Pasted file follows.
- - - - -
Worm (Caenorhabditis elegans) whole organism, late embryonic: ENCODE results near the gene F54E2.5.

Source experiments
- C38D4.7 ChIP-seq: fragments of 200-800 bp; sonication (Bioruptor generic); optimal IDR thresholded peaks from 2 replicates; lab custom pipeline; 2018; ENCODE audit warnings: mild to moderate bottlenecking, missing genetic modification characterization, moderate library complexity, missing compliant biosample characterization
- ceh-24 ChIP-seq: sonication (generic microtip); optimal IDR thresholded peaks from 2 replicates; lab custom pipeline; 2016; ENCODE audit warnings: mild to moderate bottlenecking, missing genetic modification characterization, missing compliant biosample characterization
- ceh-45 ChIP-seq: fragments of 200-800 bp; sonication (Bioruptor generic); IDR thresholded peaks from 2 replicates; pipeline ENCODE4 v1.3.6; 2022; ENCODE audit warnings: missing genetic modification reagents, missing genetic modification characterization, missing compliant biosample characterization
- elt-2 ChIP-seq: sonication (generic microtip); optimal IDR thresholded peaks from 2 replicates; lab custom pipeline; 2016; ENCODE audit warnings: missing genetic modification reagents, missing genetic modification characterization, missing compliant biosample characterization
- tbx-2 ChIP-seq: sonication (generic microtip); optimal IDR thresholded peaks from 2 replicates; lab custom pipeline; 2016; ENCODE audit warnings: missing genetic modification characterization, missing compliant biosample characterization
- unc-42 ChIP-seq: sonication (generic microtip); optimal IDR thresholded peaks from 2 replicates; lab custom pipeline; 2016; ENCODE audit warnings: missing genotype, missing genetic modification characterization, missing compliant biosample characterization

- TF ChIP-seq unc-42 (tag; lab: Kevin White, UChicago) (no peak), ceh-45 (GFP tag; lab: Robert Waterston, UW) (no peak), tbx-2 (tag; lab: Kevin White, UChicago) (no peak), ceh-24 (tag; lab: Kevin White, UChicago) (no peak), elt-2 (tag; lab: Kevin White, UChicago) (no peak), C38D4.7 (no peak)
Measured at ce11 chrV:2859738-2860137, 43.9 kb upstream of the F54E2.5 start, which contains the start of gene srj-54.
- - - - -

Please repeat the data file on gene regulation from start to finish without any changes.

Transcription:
Worm (Caenorhabditis elegans) whole organism, late embryonic: ENCODE results near the gene F54E2.5.

Source experiments
- C38D4.7 ChIP-seq: fragments of 200-800 bp; sonication (Bioruptor generic); optimal IDR thresholded peaks from 2 replicates; lab custom pipeline; 2018; ENCODE audit warnings: mild to moderate bottlenecking, missing genetic modification characterization, moderate library complexity, missing compliant biosample characterization
- ceh-24 ChIP-seq: sonication (generic microtip); optimal IDR thresholded peaks from 2 replicates; lab custom pipeline; 2016; ENCODE audit warnings: mild to moderate bottlenecking, missing genetic modification characterization, missing compliant biosample characterization
- ceh-45 ChIP-seq: fragments of 200-800 bp; sonication (Bioruptor generic); IDR thresholded peaks from 2 replicates; pipeline ENCODE4 v1.3.6; 2022; ENCODE audit warnings: missing genetic modification reagents, missing genetic modification characterization, missing compliant biosample characterization
- elt-2 ChIP-seq: sonication (generic microtip); optimal IDR thresholded peaks from 2 replicates; lab custom pipeline; 2016; ENCODE audit warnings: missing genetic modification reagents, missing genetic modification characterization, missing compliant biosample characterization
- tbx-2 ChIP-seq: sonication (generic microtip); optimal IDR thresholded peaks from 2 replicates; lab custom pipeline; 2016; ENCODE audit warnings: missing genetic modification characterization, missing compliant biosample characterization
- unc-42 ChIP-seq: sonication (generic microtip); optimal IDR thresholded peaks from 2 replicates; lab custom pipeline; 2016; ENCODE audit warnings: missing genotype, missing genetic modification characterization, missing compliant biosample characterization

- TF ChIP-seq unc-42 (tag; lab: Kevin White, UChicago) (no peak), ceh-45 (GFP tag; lab: Robert Waterston, UW) (no peak), tbx-2 (tag; lab: Kevin White, UChicago) (no peak), ceh-24 (tag; lab: Kevin White, UChicago) (no peak), elt-2 (tag; lab: Kevin White, UChicago) (no peak), C38D4.7 (no peak)
Measured at ce11 chrV:2859738-2860137, 43.9 kb upstream of the F54E2.5 start, which contains the start of gene srj-54.